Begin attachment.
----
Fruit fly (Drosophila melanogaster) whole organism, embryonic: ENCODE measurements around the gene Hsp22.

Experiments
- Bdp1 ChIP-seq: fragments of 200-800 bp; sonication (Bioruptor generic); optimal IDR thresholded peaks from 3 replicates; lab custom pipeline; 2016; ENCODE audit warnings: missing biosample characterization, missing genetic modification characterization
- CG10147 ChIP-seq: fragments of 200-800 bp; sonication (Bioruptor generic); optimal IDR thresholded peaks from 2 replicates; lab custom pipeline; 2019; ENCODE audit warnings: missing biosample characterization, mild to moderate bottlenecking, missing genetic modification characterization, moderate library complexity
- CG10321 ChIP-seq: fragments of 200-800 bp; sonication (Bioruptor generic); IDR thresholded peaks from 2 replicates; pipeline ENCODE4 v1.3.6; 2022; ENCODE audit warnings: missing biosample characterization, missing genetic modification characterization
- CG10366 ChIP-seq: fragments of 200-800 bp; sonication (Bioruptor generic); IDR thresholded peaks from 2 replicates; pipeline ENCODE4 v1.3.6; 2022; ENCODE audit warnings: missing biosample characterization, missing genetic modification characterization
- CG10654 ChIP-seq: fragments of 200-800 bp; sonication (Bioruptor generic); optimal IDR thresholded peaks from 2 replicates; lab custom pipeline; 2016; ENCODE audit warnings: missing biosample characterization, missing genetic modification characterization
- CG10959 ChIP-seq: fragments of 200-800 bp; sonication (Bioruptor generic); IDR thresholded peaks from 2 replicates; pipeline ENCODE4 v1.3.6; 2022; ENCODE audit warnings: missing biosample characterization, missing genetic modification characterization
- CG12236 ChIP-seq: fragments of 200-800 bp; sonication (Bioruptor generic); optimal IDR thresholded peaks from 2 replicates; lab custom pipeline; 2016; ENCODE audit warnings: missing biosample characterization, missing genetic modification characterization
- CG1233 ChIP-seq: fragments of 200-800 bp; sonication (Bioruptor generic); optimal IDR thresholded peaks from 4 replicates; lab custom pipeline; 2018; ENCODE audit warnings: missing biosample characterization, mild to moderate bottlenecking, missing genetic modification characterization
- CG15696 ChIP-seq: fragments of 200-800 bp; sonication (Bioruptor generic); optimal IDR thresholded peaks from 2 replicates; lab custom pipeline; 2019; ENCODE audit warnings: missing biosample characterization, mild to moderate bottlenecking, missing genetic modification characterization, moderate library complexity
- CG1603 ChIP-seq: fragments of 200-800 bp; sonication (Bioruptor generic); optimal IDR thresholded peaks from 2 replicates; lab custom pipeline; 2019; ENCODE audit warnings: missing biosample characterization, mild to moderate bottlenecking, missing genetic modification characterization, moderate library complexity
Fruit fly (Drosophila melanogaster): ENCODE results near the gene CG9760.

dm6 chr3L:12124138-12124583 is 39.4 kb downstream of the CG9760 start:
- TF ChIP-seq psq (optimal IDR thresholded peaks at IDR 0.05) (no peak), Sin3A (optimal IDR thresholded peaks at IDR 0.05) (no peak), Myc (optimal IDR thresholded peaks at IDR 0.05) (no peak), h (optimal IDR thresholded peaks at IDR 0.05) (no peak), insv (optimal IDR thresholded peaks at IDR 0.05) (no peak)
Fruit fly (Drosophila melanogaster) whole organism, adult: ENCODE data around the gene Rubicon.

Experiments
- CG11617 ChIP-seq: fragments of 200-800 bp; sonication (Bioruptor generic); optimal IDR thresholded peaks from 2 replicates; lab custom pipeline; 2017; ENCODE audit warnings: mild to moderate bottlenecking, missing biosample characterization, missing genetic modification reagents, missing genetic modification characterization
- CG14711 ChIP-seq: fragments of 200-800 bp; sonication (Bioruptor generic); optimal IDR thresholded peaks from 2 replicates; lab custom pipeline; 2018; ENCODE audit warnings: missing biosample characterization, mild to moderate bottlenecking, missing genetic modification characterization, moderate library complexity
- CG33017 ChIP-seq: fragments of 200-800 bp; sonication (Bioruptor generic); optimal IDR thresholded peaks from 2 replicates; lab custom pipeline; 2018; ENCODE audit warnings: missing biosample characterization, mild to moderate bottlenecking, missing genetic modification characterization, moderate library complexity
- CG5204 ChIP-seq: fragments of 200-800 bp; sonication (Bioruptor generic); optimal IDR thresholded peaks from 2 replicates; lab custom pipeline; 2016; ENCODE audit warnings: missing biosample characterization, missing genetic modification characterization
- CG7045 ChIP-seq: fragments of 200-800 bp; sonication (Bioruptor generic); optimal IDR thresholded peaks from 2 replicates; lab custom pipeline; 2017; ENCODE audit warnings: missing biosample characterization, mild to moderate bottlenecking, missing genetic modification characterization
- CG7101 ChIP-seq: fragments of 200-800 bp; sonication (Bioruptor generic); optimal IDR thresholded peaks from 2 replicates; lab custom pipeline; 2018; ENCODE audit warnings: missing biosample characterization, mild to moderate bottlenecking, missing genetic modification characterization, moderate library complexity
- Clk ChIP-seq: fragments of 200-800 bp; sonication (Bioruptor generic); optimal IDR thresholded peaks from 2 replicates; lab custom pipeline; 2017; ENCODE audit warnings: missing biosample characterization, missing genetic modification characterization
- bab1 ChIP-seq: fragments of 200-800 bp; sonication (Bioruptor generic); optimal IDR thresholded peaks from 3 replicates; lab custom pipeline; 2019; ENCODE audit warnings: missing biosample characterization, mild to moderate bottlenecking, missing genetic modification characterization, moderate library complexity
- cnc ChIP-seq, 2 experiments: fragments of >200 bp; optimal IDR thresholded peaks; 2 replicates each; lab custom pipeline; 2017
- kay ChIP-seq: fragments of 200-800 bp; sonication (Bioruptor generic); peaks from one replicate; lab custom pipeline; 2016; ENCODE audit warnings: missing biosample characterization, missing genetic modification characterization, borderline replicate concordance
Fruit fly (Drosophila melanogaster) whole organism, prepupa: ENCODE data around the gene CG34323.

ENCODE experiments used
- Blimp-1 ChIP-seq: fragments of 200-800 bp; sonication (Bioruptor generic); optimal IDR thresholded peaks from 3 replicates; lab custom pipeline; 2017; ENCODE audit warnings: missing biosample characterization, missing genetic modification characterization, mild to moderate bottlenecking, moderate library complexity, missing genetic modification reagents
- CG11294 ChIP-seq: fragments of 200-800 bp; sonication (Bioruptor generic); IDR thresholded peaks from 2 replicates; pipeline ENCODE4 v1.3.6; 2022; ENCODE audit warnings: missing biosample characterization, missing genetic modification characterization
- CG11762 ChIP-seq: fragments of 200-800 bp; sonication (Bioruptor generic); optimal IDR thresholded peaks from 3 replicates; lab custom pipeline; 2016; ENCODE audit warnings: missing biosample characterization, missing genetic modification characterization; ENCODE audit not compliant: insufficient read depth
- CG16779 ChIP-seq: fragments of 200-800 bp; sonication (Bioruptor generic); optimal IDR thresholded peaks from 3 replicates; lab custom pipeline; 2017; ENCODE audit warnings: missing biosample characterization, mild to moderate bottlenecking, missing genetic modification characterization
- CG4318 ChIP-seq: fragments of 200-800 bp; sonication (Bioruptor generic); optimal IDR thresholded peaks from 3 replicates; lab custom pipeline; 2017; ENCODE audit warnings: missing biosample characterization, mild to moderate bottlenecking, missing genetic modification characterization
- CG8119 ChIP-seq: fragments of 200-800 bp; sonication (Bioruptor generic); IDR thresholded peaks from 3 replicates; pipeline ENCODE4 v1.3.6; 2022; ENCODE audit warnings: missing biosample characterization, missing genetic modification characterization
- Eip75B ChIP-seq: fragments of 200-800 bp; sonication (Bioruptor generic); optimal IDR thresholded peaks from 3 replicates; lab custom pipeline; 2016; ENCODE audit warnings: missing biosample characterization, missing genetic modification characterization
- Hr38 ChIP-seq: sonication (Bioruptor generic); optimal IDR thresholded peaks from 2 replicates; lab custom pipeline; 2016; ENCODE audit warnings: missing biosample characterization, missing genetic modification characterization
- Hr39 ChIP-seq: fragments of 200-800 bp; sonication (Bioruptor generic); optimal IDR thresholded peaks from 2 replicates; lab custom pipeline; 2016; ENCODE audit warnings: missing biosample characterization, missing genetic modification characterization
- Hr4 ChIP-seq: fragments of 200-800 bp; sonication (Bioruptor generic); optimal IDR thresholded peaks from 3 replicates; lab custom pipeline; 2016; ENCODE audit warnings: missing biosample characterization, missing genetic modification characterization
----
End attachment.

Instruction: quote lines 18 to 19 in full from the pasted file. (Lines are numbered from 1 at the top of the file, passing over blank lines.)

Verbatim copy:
- CG11617 ChIP-seq: fragments of 200-800 bp; sonication (Bioruptor generic); optimal IDR thresholded peaks from 2 replicates; lab custom pipeline; 2017; ENCODE audit warnings: mild to moderate bottlenecking, missing biosample characterization, missing genetic modification reagents, missing genetic modification characterization
- CG14711 ChIP-seq: fragments of 200-800 bp; sonication (Bioruptor generic); optimal IDR thresholded peaks from 2 replicates; lab custom pipeline; 2018; ENCODE audit warnings: missing biosample characterization, mild to moderate bottlenecking, missing genetic modification characterization, moderate library complexity